Jackson Heights, New York
16 February 1969
Welcome to a world which I hope will be a better one by the time you grow up and can live life to its fullest. You can help make that better world. Man is only 400 generations from the cave days and has yet far to go. To make a better world to live in is the primary mission of all of us. Some succeed in making such a contribution. Others fail. It all depends upon our individual sense of values.
Each one of us should always strive to help, not hurt — to do the best we know how, according to our highest sense of right in our relationships and dealings with our fellow human beings. One day, in a few years, when you are old enough to understand, your parents will explain to you the meaning of the most important word in the English language — integrity. It encompasses the meaning of several other words, love, and responsibility to yourself and to others. No man can live for himself alone and keep his soul healthy and whole.
You will be confronted by many problems and questions as life unfolds for you. You will find the answers to some, but not all. But there is one thing you must never forget — never be afraid, of anything! Faith, courage, duty are the most sublime words in any language. Never, never forget them and, if you should ever feel lonely, know that you are never alone, for God stands close by in the shadows watching over his own. Never hesitate to call upon the Spiritual Forces that are our ever present help and strength, regardless of what particular brand of religion you happen to follow, or how cynical you might become at times. No one has a copyright on God. He belongs to all men. There may be times when our fellow man may fail us. God never does. It is a good thought to hang onto, Doug, when confused and irrational behavior creates turmoil about us. Then is the time to stand like a rock in your Faith and in right thinking. A very wise man once said: “If there was no God, it would be necessary for man to invent one.” And another said: “Man cannot live by bread alone.”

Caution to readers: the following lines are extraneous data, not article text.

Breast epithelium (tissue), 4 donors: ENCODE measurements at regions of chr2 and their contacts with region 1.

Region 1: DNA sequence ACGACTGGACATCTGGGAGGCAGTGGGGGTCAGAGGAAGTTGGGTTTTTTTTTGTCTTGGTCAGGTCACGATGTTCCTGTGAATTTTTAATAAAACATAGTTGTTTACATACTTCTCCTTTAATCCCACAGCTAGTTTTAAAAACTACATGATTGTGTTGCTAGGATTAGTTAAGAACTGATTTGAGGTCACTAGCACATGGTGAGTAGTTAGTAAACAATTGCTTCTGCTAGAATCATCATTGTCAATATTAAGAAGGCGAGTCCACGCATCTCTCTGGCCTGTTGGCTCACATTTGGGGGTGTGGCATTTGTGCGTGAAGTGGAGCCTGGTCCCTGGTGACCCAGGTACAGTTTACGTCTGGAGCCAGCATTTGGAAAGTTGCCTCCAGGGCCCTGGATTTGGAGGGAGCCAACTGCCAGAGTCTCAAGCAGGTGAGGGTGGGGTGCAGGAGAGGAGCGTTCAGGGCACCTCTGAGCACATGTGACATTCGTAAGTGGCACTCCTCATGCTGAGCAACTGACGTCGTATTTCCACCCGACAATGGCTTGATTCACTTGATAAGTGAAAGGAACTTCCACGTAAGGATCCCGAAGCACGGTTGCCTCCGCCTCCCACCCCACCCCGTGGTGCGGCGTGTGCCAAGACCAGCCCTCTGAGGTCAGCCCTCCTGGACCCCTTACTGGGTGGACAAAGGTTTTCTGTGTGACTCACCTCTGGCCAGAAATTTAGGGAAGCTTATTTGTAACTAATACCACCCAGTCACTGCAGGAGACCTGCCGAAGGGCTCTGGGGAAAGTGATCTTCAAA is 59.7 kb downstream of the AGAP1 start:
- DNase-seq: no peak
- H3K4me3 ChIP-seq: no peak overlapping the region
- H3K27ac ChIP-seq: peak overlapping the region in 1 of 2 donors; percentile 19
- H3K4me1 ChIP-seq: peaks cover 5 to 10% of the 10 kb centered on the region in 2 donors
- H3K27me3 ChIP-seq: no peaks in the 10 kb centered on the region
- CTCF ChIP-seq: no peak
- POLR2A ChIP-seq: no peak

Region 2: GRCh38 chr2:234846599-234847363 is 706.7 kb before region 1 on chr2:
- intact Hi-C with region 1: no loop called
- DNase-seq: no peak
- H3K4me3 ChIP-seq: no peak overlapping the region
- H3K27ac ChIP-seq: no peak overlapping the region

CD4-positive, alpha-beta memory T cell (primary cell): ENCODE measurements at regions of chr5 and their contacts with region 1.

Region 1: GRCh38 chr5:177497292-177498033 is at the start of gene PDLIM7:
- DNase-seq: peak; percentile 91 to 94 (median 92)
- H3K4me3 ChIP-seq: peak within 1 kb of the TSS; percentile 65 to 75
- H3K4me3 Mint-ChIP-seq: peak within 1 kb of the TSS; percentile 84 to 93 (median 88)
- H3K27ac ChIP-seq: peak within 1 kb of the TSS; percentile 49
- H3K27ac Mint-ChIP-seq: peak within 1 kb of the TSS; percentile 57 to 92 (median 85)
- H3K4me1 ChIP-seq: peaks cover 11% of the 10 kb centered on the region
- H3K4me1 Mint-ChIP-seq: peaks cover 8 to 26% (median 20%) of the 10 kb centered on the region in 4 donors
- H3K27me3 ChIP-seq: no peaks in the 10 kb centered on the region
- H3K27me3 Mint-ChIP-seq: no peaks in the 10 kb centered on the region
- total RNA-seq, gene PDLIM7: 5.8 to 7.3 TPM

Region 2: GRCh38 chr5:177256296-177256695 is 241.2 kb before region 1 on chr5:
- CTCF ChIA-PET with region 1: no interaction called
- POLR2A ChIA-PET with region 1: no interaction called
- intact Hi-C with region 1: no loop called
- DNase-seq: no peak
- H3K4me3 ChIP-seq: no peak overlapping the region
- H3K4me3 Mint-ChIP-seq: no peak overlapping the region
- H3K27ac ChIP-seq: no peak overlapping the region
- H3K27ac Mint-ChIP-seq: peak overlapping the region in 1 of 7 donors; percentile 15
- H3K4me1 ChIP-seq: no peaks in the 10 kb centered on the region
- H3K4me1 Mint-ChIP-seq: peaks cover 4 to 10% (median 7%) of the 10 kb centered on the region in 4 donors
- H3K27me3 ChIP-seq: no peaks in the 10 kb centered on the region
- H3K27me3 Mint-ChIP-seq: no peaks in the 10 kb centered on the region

You may never read this, Doug, but perhaps your mother and father may keep it for you to read at a time when you have long outgrown the little material gift that goes with it. In the meantime there is one who sends his love and very good wish to you for a healthy, happy and useful life. God bless!
Your grand uncle,
[signed: Norton S. Parker]
A copy of the onion skin of this letter was provided by my niece, Patricia Belle Weise, Norton S. Parker’s daughter, as part of materials she is sending me that might be useful in a family history. It’s a powerful letter and I hope by publishing it in this blog my children and grand children will read it and let the important values expressed in it become part of their life — as well as any other readers who find it resonates with their life views.
Norton S. Parker was my brother-in-law and had a profound impact on my pre-teen years, 1942-1944, when I was 10-12 years old. This talented and complex man served as a second father and taught me much of value that has guided my life into my 8th decade of living. One of the things he taught me along with my father was Integrity, whose value is so well expressed in the letter. I hope to write more about Norton later in this blog, but this page serves the purpose of further introducing him to you.
When I knew Norton in my pre-teen years, I was never aware of any religious bent except that during this time he was writing his well selling novel, “Table in the Wilderness” (Ziff-Davis, 1947), the story of the old-testament Joseph. His daughter said he was a Christian Scientist and had a practitioner he would call if he ever felt the need, but I had no knowledge of this in our interactions. I do remember that he encouraged my natural desire to read every thing I could get my hands on and he would never tell me the meaning of a word, but would require me to look it up in a huge dictionary that stood on its own stand in his living room.
I hope to write more about Norton in the future.
Another morning talk over coffee and biscotti.